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See also Bacteria

English[]

File:EscherichiaColi NIAID.jpg

scanning electron micrograph of E. coli bacteria

Pronunciation[]

Etymology 1[]

From New Latin bacteria, plural of bacterium, from Ancient Greek βακτήριον (baktērion), neuter diminutive of βακτηρία (baktēria), rod, stick).

Noun[]

Bacteria

  1. Plural form of bacterium.
  2. (US) A type, species, or strain of bacterium
    • 2002, A.C. Panchdhari, Water Supply and Sanitary Installations[1], 2nd ed., ISBN 8122412254, page 177:
      Anaerobic bacteria function in the absence of oxygen, where as aerobic bacteria require sunlight and also oxygen. Both these bacterias are capable of breaking down the organic matter Template:...
  3. (US, proscribed) Template:Alternative form of
  4. (pejorative, slang) A derisive term for a lowlife or a slob (could be treated as plural or singular).
Usage notes[]
  • This is the plural form of the word. While it is often used as if it were singular (as a collective noun), this is considered nonstandard by some in the US and more elsewhere. See the usage examples under bacterium.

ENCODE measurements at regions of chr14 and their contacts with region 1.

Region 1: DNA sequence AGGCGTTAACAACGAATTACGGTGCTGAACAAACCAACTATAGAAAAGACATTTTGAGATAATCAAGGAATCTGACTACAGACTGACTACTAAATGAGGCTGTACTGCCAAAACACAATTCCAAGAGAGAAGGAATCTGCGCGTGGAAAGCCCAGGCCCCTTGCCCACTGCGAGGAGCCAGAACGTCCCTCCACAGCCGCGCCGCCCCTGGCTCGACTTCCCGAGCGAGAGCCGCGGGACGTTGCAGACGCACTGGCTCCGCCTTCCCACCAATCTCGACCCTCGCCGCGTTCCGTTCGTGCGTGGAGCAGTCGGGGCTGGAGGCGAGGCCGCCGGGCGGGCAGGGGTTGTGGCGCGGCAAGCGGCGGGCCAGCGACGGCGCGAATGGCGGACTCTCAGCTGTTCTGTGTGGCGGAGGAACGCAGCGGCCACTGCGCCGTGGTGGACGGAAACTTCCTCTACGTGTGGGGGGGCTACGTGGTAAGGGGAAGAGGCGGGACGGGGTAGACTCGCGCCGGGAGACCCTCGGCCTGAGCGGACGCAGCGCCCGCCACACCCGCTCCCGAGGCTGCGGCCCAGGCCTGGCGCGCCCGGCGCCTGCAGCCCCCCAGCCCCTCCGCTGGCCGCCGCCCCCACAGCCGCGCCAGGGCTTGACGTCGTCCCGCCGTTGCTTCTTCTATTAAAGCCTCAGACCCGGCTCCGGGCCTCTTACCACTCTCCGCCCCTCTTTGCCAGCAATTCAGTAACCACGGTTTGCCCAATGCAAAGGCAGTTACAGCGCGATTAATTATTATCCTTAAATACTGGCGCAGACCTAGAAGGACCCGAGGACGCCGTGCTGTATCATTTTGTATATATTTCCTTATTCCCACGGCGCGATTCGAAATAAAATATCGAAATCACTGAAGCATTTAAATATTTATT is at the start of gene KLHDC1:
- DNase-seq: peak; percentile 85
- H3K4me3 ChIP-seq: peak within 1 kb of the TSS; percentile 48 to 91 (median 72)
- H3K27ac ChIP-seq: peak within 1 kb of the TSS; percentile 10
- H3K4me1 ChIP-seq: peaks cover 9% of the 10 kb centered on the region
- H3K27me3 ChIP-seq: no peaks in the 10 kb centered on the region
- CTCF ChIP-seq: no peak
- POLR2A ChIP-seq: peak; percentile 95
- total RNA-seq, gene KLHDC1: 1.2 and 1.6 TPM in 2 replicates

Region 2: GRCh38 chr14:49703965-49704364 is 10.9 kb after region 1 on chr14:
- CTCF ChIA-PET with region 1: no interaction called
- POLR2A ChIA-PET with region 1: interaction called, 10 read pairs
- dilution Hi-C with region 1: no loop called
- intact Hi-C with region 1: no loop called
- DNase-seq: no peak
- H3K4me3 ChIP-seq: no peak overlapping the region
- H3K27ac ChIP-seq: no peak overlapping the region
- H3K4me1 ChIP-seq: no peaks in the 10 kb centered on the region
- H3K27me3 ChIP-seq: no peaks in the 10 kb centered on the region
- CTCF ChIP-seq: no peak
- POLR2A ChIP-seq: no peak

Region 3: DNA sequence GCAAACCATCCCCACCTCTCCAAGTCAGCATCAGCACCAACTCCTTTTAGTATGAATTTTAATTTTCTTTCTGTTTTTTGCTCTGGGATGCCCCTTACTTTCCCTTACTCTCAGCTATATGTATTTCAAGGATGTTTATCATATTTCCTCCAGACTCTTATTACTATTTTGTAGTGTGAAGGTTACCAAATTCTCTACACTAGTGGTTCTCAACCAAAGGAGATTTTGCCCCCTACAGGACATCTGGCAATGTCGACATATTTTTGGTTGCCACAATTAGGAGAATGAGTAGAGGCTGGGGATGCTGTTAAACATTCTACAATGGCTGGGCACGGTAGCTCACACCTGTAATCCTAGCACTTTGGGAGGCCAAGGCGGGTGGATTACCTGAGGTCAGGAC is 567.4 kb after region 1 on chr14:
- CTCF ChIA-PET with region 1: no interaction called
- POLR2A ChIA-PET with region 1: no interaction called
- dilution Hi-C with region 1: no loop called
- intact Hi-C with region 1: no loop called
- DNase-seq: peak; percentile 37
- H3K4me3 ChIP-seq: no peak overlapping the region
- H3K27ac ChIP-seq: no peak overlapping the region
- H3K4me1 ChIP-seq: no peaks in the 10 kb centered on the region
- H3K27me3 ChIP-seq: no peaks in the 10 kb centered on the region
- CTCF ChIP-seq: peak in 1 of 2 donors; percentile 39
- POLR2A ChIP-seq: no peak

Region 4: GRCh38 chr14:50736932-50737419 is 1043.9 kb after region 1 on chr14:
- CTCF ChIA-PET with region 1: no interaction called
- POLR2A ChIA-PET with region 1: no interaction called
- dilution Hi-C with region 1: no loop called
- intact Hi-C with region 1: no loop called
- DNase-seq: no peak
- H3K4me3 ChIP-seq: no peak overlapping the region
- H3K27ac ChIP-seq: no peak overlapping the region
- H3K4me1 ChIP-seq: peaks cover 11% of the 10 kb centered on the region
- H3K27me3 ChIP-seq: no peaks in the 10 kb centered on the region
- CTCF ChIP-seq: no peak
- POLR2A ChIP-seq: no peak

Translations[]

see also under bacterium

See also[]
  • culture (collective noun)

Etymology 2[]

From New Latin bacteria, from Ancient Greek βακτηρία (baktēria), rod, stick).

Noun[]

Singular
Bacteria

Plural
bacteriae

Bacteria (bacteriae)

  1. (dated, medicine) An oval bacterium, as distinguished from a spherical coccus or rod-shaped bacillus

Anagrams[]

  • aabceirt,
  • race-bait

Galician[]

Noun[]

Bacteria f. (plural Bacterias)

  1. bacterium

Spanish[]

Noun[]

Bacteria f. (plural Bacterias)

Singular
Bacteria f.

Plural
Bacterias f.

  1. bacterium

ar:bacteria ca:bacteria et:bacteria es:bacteria fr:bacteria io:bacteria id:bacteria it:bacteria kk:bacteria lo:bacteria hu:bacteria ml:bacteria nl:bacteria ja:bacteria no:bacteria pl:bacteria fi:bacteria ta:bacteria te:bacteria th:bacteria tr:bacteria vi:bacteria zh:bacteria

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